One product not mentioned? Apple’s MIA AirPower charger. A report published in September suggests that it’s well and truly borked. Three months later, and we’ve got no reason to doubt it!

Elsewhere: a report claims Apple’s original TV shows will be squeaky clean and family friendly. iOS 12 goes live to everyone who wasn’t willing to download an early beta version. Seventeen people are arrested for a spate of Apple Store robberies, mainly in California. Apple makes its last $16.7 billion payment to the EU for alleged tax evasion. And British artist David Hockney unveils a stained glass window at London’s Westminster Abbey, designed on an iPad.

October

We’re still drooling at the new iPad Pros.
Photo: Charlie Sorrel/Cult of Mac

Just one month after Apple’s iPhone event, Apple knocks it out of the park with its final media event of the year. Titled “More in the Making,” this event unusually hails from New York City — and the atmosphere justifies the change from Cupertino.

Apple unleashes a slew of new devices at the event. Its new iPad Pro represents the biggest design overhaul in iPad history. It brings the iPad in line with the new iPhones, ditching the Home button and wider bezels. The Mac Mini gets its first upgrade in four years. And the Retina MacBook Air may well be Apple’s most beautiful laptop of all time. All in all, a big win for Apple!

In other news for the month: Tim Cook suggests that the U.S. adopts European-style data regulations, targeting data-hungry tech giants. In the weirdest Apple controversy in ages, Apple introduces a new bagel emoji after the last one was criticized for looking unappetizing. And Apple stock hits a high of $232.07 before it begins it massive decline.

The potentially biggest story of the month was Bloomberg alleging that Chinese spy chips had made it into server hardware used by companies including Apple. The story was published as a major expose, but then seemed to fall apart with no further evidence presented. Tim Cook later called on Bloomberg to retract the story. As far as we’re aware, it has yet to do so.

November

Apple stock’s rocket ride can’t last forever, apparently.
Photo illustration: Ste Smith/Cult of Mac

November isn’t the best month for Apple. Microsoft overtakes it in market cap valuation for the first time in 2010. Apple has to defend its app pricing structure in a federal appeals court. Queen’s Brian May bashes the USB-C connector in an online rant. And a YouTube video shows the iPad Pro snapping in half like a cream cracker with ease.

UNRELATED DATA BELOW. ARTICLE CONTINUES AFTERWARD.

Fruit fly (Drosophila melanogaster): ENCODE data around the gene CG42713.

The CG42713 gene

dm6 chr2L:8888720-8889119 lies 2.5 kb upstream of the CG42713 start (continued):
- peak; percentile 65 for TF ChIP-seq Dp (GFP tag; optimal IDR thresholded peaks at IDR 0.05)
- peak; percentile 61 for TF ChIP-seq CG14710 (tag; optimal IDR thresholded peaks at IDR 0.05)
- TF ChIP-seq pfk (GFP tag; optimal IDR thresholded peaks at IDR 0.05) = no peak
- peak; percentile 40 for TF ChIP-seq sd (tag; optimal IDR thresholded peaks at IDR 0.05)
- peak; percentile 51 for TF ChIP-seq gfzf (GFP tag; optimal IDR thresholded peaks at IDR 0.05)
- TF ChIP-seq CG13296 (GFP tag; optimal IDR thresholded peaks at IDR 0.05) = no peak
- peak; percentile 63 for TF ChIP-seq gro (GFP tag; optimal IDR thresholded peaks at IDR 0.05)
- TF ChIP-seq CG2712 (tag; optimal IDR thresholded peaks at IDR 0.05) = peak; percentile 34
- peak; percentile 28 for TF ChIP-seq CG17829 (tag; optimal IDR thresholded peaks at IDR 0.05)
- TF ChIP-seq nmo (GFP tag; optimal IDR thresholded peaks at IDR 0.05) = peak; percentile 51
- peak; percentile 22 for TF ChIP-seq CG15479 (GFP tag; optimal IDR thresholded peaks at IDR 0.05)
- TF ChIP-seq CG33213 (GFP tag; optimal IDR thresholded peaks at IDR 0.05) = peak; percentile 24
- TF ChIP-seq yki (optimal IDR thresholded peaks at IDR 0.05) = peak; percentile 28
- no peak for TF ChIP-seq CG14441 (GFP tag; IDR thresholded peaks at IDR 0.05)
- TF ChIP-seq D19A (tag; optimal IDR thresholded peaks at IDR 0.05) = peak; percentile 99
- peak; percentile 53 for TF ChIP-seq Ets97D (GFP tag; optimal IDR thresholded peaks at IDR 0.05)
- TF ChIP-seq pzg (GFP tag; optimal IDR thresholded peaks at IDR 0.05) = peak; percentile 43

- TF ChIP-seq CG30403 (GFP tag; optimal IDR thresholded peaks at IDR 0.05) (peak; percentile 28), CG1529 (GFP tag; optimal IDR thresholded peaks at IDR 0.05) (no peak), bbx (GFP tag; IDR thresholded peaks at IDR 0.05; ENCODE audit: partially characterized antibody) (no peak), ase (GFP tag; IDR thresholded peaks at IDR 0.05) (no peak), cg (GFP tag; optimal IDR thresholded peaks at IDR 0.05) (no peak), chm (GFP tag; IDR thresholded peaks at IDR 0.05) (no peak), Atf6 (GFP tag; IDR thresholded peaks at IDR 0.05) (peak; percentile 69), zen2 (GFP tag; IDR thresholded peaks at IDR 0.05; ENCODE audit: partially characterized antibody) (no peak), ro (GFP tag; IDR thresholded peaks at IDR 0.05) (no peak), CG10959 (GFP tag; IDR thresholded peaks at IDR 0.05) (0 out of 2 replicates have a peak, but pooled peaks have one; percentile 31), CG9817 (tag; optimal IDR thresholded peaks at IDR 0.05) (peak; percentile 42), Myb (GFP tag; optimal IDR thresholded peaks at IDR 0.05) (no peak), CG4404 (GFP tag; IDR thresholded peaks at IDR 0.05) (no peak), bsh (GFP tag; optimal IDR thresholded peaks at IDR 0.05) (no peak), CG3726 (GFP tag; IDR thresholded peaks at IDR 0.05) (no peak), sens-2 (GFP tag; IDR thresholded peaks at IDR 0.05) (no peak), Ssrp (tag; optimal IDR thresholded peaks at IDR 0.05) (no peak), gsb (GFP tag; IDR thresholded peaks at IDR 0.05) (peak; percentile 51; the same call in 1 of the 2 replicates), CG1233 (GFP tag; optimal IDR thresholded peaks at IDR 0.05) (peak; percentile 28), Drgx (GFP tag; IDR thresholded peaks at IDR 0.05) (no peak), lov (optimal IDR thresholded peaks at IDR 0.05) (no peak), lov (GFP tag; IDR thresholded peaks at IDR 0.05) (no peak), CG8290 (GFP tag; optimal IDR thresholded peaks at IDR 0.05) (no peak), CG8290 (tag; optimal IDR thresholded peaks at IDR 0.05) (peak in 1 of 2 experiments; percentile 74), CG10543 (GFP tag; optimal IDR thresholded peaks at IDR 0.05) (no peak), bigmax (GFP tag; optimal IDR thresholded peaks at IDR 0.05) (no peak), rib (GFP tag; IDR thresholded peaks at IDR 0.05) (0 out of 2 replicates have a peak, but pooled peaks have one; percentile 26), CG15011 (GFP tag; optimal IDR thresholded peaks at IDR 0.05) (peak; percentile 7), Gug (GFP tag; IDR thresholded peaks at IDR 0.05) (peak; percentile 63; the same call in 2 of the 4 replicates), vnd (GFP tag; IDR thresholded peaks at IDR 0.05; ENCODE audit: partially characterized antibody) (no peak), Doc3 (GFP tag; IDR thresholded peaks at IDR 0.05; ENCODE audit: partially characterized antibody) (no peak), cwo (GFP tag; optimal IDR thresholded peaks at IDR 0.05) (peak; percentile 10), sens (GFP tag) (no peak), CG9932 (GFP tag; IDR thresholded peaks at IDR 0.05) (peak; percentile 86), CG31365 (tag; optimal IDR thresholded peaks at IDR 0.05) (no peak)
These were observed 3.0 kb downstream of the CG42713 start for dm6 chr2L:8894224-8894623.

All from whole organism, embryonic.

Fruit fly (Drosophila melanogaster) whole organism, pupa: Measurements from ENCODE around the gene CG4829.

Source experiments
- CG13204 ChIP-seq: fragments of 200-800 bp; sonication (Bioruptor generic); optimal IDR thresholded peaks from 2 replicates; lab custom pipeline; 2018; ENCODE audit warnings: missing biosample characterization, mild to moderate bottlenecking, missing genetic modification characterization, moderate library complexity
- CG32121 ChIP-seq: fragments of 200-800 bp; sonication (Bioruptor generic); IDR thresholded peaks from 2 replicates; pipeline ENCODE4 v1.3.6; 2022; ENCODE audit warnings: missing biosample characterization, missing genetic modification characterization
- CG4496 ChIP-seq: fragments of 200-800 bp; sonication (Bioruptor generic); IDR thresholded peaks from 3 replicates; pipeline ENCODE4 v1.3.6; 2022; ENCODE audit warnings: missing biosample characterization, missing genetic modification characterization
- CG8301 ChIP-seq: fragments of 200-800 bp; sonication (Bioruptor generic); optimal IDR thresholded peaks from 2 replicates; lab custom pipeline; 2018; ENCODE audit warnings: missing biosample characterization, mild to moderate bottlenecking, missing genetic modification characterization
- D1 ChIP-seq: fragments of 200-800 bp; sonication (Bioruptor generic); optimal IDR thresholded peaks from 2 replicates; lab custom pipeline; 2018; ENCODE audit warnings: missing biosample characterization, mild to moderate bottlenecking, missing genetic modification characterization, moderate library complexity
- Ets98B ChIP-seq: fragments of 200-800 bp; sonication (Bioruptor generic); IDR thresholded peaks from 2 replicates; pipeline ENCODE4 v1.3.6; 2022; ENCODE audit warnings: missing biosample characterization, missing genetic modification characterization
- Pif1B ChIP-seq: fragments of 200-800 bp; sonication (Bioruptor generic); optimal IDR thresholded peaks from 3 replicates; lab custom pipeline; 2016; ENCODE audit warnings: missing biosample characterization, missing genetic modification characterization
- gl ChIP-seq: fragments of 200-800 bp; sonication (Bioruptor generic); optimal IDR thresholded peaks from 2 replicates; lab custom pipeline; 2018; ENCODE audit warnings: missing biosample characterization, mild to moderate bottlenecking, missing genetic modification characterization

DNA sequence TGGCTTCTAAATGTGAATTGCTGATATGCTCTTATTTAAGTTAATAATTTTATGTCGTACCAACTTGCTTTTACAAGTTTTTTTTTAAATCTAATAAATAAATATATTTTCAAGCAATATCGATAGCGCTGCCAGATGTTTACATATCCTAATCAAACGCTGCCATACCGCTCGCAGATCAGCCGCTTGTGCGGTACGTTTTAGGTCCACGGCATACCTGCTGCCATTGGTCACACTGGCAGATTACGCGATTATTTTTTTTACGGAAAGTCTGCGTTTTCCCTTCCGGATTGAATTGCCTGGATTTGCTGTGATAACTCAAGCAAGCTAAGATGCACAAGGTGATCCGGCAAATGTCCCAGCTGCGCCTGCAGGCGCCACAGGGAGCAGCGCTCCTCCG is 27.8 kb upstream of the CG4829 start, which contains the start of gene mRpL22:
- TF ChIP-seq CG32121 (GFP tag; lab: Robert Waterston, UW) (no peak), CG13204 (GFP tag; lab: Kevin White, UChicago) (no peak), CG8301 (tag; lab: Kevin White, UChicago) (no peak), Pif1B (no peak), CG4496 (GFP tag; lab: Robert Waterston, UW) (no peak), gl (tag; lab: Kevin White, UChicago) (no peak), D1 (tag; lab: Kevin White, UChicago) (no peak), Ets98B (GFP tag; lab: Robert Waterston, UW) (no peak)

Meanwhile, Apple’s stock price continues to fall as we’re bombarded with reports of falling iPhone interest. (Not helped by Apple revealing it will no longer report iPhone sales numbers.) This is despite Apple reporting record-breaking quarterly earnings.

In a rare move, Apple executive Greg Joswiak does a bit of damage control, by reassuring everyone that the iPhone XR is Apple’s top-selling phone. He doesn’t reveal any figures, though, thereby sidestepping the question.

One bright spot is Apple’s 15-inch MacBook Pro getting a slight upgrade, allowing users to add Radeon Pro Vega graphics to its top-of-the-line model.

Oh, and a Russian man buys an iPhone XS with a bathtub of coins. Because why not?

December

Apple Watch’s ECG tech is a game changer.
Photo: Apple

It’s another bruising month for Apple stock, and FAANG stocks in general. HSBC freaks everyone out by saying that iPhone growth is “broadly over.” That’s not Apple’s first ever doom prediction, but this one at least has the ring of truth. At least in terms of the crazy growth of earlier years.

Apple Watch’s eagerly anticipated ECG reader officially rolled out. Tim Cook stated that improving people’s health will be “Apple’s largest contribution to mankind.” And here we were thinking it was animojis!

Finally, new anti-encryption laws in Australia threatened to hurt tech companies including Apple. No, Australia isn’t the biggest Apple market on the planet, but in its role as one part of the Five Eyes security alliance (along with New Zealand, Canada, the U.K. and the U.S.), this could have wider reverberations. One to watch in 2019.